Formation; ALS-B3, arenaceouspelitic association II; ALS-B4, pelitic
arenaceous association; AS, substrate alteration; LPS, Marne con
CerrognaFormation; MH, inorganic silts and fine sands. The color version
of this figure is available only in the electronic edition.
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LOCAL SEISMIC RESPONSE ANALYSES AT NEAR-
FIELD AREA OF CORTINO VILLAGE
Casanova is a small Italian hamlet set in the territory of
Cortino village, located in Teramo province (Abruzzo region,
Italy): it falls in the central southern portion of the Apennine
chain, on the footwall of the MST within the Laga basin.
The historic center of Cortino belongs to an area with a
medium seismic hazard in which the expected 475 yr return
period PGAs range from 0.17 to 0.25g. Moreover, it belongs
to the so-called seismic craternamely the territorial area that
was heavily affected by the earthquake sequence of 20162017.
The earthquake of 24 August 2016 was the most relevant for
this village, within the 20162017 seismic sequence, because of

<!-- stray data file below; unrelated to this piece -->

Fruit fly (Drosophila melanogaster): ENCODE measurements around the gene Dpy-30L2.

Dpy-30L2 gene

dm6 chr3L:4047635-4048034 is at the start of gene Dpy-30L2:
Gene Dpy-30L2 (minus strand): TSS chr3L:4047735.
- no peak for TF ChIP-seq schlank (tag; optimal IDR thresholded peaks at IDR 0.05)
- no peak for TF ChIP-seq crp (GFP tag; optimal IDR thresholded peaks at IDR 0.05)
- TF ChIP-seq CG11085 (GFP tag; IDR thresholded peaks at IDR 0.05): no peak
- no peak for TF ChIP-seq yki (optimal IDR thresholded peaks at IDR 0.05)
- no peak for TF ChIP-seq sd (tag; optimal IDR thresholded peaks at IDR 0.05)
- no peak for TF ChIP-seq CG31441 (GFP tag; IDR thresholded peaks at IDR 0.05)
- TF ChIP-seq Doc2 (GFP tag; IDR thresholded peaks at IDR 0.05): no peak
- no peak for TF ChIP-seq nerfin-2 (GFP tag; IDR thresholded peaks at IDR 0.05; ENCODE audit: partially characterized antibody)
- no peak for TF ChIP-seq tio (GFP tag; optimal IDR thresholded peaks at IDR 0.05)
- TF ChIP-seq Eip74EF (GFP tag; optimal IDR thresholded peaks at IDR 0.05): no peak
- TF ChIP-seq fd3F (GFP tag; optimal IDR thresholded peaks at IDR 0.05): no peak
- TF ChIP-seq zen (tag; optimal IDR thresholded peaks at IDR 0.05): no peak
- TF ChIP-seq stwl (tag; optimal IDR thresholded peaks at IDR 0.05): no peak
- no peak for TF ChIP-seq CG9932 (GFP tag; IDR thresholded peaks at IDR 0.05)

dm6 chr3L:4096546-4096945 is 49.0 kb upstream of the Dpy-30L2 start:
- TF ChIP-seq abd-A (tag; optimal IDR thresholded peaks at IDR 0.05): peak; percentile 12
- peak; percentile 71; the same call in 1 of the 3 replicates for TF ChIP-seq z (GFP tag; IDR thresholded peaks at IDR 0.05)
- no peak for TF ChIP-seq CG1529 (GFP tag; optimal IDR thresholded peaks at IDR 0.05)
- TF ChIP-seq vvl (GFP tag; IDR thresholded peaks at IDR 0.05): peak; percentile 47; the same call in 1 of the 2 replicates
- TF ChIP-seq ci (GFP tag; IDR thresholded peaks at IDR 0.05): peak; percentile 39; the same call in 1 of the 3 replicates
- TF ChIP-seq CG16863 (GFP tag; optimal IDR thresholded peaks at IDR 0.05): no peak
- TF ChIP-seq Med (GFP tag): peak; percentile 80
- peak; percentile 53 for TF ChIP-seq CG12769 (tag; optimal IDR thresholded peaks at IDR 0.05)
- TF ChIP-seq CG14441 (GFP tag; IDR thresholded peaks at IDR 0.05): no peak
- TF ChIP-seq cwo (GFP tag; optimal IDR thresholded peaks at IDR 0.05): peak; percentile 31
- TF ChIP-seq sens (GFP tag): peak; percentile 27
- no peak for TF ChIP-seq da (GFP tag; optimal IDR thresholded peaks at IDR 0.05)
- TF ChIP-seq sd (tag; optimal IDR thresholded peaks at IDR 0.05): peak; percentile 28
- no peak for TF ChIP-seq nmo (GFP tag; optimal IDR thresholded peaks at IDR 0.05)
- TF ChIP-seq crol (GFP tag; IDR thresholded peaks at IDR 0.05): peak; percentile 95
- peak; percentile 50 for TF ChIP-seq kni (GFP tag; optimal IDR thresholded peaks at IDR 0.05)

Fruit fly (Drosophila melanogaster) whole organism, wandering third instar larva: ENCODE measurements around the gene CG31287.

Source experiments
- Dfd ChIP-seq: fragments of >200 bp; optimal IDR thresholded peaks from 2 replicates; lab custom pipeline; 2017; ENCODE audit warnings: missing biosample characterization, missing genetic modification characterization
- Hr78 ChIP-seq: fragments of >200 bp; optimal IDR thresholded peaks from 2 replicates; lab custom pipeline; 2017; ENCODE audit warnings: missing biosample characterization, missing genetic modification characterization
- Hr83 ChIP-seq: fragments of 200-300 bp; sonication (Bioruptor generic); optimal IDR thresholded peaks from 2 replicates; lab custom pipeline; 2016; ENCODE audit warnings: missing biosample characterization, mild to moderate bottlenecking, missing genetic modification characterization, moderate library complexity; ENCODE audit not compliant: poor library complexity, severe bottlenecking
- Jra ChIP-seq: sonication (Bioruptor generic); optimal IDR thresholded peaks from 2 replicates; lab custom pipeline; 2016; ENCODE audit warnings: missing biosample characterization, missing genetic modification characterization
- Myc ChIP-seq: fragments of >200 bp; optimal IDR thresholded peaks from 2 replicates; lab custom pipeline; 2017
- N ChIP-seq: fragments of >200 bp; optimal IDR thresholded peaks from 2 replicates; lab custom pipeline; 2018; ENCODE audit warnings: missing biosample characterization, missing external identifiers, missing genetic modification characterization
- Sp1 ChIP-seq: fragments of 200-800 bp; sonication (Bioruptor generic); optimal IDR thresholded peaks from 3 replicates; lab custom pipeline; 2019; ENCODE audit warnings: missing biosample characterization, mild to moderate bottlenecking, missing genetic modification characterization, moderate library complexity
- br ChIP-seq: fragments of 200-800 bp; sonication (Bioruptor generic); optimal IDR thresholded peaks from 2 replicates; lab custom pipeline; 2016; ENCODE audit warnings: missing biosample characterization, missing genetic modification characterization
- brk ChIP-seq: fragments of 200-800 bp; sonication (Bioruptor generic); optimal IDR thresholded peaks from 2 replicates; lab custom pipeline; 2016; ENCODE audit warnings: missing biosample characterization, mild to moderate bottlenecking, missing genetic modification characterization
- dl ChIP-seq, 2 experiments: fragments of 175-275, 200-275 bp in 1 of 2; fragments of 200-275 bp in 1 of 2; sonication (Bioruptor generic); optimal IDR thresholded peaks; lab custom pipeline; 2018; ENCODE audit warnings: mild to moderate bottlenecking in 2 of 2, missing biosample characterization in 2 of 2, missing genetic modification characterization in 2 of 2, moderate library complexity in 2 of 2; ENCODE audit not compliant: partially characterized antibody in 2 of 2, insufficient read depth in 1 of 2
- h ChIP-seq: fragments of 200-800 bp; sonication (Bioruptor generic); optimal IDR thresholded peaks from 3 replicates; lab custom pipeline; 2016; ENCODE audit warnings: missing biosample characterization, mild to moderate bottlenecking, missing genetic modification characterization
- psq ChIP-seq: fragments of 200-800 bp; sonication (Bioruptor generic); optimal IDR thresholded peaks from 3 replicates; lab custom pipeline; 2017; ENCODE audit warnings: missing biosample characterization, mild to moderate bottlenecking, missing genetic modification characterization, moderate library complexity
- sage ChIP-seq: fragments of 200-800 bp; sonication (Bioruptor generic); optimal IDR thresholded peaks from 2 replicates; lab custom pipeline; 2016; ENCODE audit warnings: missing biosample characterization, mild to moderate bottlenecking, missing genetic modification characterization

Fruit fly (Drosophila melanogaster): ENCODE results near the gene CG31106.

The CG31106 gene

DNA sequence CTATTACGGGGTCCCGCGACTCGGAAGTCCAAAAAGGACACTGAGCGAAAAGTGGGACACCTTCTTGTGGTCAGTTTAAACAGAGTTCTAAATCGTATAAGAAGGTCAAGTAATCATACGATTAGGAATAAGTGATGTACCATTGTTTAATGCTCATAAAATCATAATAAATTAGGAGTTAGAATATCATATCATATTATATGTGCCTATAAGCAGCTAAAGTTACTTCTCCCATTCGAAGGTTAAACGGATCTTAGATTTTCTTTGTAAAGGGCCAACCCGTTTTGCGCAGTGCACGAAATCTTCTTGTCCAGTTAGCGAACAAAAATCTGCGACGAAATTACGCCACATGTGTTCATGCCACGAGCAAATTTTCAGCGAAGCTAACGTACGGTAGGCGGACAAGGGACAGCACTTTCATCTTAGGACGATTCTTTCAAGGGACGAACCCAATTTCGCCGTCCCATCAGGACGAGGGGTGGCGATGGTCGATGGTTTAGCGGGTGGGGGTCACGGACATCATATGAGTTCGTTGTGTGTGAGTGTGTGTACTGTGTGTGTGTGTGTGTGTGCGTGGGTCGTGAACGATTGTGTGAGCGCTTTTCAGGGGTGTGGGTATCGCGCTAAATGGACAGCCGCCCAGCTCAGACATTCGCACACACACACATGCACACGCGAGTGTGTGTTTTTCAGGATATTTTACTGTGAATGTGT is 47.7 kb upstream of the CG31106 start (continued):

its vicinity to the epicentral distance (23 km). Brando et al.
(2020) discussing the damage patterns observed after the
20162017 central Italy seismic sequence for all the masonry
buildings in Cortino pointed out that heavy structural damage,
very heavy nonstructural damage with serious failure of walls
and partial structural failure of roofs and floors have been
observed in the east sector of Cortino.
In the Casanova hamlet, there is the most complex geologi-
cal pattern due to the variation of the units of the bedrock.
According to the seismic microzonation studies of the
Macroarea 8 Casanova(see Data and Resources), the silici-
clastic deposits at the site under study correspond to the
Campotosto member of the Laga Formation that is subdivided
into many units characterized by different arenite and pelite
Figure 3. (a) Shake maps of the seismic events of 24 August considering the